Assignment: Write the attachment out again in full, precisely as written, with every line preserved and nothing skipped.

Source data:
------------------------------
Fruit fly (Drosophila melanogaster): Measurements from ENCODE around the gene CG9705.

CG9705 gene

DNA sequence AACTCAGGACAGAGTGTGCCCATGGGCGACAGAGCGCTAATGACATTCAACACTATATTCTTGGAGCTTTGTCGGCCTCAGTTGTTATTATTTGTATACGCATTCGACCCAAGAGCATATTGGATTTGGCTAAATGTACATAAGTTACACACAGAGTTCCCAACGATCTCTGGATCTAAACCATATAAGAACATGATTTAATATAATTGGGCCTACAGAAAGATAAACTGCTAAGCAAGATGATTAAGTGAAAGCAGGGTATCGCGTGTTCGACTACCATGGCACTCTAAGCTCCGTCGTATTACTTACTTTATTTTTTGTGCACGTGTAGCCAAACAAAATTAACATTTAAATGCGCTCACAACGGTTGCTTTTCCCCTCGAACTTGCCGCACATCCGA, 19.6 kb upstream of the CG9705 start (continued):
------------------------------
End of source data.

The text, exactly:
Fruit fly (Drosophila melanogaster): Measurements from ENCODE around the gene CG9705.

CG9705 gene

DNA sequence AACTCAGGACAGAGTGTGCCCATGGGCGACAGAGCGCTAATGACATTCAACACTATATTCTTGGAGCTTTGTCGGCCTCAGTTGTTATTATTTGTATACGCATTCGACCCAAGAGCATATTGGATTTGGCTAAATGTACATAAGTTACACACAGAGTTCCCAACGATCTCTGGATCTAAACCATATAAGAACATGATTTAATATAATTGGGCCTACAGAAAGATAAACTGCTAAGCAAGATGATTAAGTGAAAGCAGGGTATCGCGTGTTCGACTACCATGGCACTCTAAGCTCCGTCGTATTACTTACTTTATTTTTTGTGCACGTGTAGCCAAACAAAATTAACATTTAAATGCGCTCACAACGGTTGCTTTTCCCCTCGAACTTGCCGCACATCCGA, 19.6 kb upstream of the CG9705 start (continued):